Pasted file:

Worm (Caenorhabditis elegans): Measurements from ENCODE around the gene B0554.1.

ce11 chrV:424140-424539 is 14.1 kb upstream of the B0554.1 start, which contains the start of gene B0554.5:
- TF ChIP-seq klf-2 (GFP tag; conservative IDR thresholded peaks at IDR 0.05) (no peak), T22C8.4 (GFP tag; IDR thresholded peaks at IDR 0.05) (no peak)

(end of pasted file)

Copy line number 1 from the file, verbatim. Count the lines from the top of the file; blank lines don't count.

Worm (Caenorhabditis elegans): Measurements from ENCODE around the gene B0554.1.